Today was the first, of many, goodbyes of the trip. But before that, we all enjoyed Eunice's last day in India, trying to keep a positive attitude despite being sad about her leaving. We didn't really do much the first part of the day, as we had to wait for machines to fill in the wall we had made with dirt. The wall we built is only the base where the floor will be!

After that, Chankar Ji rolled up his pants, grabbed a water hose, and jumped in. At first, we all thought he was crazy, but soon enough Chirag joined him. After that, there was no stopping us! We all joined in the craziness, jumping around in the mud and trying not to fall into the deep ends of the (very dirty) "pool." Even Nerayan, Pooja, and other kids from the village joined in, helping us eventually succeed in tackling Eunice and Chirag into the mud!

After that, we all gathered around Eunice, as she was given the honor of placing the FIRST brick. While she was posing for a picture with the brick, Berulaal grabbed it and placed it himself. Though anticlimactic, it was a memorable moment of the construction.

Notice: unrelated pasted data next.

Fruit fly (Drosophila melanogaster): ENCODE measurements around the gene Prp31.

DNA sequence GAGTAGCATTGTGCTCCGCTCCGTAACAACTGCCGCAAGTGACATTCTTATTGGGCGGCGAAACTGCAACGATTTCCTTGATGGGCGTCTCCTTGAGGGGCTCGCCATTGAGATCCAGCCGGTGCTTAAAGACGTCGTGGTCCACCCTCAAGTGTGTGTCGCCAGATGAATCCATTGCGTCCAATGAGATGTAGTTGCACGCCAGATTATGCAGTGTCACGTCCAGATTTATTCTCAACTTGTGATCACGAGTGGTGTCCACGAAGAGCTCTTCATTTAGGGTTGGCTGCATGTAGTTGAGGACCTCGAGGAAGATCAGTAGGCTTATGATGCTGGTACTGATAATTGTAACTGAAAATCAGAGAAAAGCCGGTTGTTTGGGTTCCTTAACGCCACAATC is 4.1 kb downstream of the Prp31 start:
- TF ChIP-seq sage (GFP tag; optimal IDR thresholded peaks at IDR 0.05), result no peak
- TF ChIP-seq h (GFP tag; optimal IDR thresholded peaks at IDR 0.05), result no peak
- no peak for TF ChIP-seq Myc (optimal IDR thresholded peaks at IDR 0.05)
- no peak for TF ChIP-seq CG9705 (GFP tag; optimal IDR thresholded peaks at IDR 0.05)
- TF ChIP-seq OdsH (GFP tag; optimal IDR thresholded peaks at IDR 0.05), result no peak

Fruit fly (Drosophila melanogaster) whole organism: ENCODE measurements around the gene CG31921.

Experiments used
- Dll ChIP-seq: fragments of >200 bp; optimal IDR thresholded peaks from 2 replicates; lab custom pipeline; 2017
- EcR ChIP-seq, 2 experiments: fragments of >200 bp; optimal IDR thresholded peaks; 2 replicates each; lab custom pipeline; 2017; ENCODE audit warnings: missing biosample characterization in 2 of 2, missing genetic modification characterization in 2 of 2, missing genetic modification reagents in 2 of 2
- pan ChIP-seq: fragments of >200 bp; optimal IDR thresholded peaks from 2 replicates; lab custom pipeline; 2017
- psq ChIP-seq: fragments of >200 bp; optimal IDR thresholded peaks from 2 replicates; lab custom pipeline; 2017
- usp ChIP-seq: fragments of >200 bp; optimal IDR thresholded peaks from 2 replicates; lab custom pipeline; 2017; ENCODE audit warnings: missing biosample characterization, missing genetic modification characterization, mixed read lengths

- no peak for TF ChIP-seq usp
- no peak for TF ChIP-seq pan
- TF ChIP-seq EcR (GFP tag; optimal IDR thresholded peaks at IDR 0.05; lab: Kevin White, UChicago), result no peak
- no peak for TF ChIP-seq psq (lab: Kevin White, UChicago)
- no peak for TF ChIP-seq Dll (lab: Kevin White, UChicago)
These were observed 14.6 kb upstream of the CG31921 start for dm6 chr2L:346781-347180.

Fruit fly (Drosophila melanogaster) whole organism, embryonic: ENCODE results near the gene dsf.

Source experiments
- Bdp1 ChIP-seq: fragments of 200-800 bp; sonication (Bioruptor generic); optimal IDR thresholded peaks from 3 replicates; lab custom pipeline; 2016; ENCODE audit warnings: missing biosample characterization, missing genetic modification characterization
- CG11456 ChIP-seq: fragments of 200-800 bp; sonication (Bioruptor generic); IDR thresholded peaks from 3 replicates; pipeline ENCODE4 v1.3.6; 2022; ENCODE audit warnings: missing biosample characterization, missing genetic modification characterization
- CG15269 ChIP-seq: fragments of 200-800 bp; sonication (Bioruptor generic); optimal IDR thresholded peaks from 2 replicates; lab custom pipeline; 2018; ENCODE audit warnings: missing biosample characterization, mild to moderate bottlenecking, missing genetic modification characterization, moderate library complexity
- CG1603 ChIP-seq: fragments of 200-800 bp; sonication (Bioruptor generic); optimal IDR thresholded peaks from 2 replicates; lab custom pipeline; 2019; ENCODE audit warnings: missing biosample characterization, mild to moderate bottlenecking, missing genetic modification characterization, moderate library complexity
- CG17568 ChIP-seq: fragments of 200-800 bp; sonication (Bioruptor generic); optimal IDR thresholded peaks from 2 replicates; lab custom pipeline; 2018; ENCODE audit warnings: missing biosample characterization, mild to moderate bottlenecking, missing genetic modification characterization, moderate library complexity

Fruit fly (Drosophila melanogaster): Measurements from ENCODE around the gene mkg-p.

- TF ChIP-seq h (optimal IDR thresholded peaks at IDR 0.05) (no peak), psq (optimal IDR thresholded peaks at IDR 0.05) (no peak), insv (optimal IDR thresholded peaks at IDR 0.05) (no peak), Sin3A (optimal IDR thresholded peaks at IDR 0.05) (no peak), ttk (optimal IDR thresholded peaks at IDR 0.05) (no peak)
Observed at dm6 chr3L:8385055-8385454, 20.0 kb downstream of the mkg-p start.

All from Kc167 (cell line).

After saying goodbye to Eunice, we all teared up in the car on the way to Kumbhalgarh Fort while reading the nice notes she had given to each of us. We got there and it was breathtakingly beautiful! The views of the city on one side, the rolling mountains on the other side, and the wall that lined them was amazing!

The fort itself was also incredible, with the towering buildings and the magnificent carving on the walls. We all stayed there, awe-struck, for a good while before attending the famous "Light and Sound Show" of the fort; this consisted of a narration of the Fort's history (in Hindi of course) and different parts of the enormous fort lighting up with it.

We had a delicious dinner and stayed up talking with Chirag and Azad, reminiscing about all the good memories we have created on this trip and crying of laughter at funny moments, which have been many!

Ana Gargollo
DWC Volunteer Participant
Railmagra, India: May 2014

May 23rd: Week #3 in photos

Here we are hanging out in front of Jatan's office in Railmagra. We are sitting with Jatan staff member, Om (far left), our driver, Azad (second from right) and our translator, Chirag (far right).